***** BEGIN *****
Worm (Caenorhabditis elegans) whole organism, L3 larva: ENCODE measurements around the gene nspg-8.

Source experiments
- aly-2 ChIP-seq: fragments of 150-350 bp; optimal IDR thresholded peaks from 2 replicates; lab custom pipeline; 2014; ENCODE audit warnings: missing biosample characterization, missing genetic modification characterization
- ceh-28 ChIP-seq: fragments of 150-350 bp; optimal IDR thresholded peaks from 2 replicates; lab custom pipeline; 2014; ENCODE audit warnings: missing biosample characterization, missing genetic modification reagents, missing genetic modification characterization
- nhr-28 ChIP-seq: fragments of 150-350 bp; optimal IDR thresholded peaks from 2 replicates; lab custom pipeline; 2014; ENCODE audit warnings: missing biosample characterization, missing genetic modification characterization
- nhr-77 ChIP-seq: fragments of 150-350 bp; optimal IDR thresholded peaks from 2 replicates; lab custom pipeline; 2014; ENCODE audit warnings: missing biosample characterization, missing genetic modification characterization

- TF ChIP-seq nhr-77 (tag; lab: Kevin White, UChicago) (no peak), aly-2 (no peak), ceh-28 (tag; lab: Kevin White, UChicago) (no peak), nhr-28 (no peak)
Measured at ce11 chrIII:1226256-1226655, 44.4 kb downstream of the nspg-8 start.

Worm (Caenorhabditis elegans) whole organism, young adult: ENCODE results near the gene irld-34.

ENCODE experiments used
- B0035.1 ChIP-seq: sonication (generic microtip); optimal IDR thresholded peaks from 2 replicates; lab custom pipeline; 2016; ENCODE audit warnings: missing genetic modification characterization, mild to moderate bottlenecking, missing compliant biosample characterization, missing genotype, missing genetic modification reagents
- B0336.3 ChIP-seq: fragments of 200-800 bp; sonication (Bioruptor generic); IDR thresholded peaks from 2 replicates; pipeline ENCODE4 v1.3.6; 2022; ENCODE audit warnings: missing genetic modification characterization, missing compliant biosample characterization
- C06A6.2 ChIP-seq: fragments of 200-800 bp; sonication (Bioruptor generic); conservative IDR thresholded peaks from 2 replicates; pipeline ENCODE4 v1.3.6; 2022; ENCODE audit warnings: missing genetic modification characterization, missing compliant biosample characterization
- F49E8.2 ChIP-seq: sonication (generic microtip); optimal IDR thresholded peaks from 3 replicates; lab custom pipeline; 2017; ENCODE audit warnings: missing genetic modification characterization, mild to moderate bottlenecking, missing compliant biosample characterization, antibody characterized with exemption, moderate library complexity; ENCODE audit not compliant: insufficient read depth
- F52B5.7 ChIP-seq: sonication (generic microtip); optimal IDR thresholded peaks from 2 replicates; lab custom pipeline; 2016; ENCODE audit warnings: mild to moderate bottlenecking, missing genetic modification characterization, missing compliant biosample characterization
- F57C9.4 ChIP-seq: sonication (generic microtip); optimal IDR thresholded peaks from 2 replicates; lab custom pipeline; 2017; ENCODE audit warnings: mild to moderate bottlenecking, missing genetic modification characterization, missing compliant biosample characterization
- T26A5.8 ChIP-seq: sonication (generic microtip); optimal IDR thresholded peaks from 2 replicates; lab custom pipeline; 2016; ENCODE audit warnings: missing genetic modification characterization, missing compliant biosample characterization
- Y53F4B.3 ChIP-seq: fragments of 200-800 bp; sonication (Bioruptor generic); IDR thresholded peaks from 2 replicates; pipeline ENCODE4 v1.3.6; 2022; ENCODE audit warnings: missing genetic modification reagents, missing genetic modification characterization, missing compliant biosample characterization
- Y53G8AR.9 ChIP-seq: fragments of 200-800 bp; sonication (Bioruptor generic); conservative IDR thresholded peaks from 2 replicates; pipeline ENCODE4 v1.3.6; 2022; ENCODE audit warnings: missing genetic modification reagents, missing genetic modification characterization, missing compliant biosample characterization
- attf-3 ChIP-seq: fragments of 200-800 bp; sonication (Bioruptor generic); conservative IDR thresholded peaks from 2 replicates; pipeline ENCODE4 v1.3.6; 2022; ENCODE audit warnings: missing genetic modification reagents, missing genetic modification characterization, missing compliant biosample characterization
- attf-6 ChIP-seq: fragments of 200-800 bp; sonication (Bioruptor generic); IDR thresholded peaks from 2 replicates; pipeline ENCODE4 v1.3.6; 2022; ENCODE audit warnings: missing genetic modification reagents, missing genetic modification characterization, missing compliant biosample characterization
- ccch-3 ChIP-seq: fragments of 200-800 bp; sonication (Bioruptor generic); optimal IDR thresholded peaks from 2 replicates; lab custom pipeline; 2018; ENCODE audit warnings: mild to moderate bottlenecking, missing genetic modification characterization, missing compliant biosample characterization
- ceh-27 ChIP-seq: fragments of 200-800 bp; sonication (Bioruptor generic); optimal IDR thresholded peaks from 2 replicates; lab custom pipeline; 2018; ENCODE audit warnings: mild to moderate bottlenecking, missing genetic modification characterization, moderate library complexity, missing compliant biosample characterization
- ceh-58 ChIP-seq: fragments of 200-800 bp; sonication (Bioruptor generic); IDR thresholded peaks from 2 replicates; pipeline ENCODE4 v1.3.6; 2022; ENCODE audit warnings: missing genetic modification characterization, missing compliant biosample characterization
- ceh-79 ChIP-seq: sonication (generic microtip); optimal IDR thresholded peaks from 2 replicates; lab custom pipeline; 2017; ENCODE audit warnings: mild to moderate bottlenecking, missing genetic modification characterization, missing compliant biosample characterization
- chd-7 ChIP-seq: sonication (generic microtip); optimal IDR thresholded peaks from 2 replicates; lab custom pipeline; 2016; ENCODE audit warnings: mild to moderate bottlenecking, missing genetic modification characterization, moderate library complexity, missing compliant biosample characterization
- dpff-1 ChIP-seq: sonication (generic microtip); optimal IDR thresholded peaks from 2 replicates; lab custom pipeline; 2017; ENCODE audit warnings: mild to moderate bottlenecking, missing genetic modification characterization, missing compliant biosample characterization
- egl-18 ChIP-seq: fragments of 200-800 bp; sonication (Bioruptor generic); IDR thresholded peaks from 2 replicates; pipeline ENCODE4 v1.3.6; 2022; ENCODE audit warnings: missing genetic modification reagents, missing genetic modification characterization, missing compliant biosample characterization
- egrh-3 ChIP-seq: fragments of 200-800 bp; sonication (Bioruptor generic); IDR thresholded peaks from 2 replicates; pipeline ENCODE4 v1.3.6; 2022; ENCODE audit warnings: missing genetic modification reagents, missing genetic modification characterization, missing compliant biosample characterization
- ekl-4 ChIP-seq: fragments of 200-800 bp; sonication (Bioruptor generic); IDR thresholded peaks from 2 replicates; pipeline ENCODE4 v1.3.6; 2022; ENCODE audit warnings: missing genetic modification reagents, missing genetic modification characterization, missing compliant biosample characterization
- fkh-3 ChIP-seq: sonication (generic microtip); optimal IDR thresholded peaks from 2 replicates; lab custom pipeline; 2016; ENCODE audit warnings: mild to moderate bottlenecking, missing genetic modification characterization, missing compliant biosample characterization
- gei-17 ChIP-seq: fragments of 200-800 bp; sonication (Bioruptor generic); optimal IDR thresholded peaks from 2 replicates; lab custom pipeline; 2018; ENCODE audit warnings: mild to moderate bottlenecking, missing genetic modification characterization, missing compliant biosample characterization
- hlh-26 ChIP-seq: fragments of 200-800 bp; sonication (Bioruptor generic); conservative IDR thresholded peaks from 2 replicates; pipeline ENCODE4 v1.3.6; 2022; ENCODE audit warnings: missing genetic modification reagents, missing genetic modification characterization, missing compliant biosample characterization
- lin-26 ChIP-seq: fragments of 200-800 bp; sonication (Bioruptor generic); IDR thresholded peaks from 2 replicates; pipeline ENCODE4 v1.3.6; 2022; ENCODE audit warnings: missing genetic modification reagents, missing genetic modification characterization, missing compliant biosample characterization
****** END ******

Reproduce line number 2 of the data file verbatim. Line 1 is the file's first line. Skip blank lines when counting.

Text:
Source experiments